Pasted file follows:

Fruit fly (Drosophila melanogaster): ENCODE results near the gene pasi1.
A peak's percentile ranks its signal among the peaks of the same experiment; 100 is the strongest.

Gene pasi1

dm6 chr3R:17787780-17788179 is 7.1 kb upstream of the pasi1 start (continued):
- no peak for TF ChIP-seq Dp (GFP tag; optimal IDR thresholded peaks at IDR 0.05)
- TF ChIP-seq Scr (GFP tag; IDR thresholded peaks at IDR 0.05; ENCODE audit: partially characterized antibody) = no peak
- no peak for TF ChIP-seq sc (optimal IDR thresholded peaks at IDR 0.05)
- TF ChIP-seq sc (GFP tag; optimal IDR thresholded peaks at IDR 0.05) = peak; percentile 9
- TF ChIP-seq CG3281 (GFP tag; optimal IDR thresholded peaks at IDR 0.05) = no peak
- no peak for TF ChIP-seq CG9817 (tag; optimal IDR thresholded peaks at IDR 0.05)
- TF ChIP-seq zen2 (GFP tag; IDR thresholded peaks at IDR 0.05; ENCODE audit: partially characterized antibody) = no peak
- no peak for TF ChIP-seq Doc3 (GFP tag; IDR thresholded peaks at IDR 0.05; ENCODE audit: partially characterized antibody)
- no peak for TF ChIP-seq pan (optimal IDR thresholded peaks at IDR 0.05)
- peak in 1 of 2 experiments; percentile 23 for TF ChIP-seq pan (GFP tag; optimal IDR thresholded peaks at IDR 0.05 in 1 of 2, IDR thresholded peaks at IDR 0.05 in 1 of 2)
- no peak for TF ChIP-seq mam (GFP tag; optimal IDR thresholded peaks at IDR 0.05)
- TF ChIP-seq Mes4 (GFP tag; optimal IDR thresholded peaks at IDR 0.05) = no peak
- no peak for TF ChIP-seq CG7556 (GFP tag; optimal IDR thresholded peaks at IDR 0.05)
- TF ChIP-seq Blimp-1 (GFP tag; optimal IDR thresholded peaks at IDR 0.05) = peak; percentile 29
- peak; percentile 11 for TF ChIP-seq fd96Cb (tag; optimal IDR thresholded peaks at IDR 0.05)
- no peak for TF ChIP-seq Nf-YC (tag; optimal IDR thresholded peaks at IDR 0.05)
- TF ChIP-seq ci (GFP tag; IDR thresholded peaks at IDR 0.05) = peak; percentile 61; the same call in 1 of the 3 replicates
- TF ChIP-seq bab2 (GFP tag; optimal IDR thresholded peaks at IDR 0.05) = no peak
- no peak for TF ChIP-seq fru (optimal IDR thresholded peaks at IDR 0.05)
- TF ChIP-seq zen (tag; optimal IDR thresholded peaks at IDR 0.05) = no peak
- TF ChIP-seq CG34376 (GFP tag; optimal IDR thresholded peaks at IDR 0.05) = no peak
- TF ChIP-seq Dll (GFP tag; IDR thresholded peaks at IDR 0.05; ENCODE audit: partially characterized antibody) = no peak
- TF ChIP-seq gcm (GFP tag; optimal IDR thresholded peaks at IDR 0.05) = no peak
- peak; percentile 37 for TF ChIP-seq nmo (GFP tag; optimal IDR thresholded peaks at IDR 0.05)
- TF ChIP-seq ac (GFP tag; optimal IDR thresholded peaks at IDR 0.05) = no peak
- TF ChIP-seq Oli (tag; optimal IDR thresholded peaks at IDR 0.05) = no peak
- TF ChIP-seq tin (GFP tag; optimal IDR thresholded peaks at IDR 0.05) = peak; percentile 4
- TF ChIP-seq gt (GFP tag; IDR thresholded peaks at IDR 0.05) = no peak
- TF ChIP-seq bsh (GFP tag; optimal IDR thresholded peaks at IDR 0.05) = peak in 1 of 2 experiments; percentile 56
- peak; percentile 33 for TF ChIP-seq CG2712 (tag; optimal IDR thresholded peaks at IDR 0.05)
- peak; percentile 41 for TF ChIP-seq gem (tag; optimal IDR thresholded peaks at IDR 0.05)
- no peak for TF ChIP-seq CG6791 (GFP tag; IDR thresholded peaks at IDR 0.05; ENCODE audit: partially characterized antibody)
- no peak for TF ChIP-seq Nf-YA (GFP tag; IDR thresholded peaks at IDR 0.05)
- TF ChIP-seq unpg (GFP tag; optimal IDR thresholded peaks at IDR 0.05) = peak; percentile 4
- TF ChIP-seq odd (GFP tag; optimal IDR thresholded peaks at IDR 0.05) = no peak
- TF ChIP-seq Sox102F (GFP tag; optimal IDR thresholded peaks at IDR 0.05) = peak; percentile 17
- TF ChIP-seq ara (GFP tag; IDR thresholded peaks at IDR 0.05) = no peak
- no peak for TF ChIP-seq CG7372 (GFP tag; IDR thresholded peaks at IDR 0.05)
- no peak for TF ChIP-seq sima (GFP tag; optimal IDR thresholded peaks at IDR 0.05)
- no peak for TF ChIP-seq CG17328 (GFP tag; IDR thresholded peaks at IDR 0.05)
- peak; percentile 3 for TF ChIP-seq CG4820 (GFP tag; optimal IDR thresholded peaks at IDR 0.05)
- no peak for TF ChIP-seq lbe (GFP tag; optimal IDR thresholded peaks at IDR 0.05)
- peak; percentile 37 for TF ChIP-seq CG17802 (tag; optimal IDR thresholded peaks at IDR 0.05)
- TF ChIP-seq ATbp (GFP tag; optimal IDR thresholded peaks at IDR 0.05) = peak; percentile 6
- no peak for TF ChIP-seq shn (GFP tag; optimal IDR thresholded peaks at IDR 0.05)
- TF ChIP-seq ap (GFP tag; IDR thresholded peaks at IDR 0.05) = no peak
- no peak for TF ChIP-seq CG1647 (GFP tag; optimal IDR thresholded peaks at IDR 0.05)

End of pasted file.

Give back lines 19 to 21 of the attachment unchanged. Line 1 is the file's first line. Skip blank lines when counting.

- peak; percentile 11 for TF ChIP-seq fd96Cb (tag; optimal IDR thresholded peaks at IDR 0.05)
- no peak for TF ChIP-seq Nf-YC (tag; optimal IDR thresholded peaks at IDR 0.05)
- TF ChIP-seq ci (GFP tag; IDR thresholded peaks at IDR 0.05) = peak; percentile 61; the same call in 1 of the 3 replicates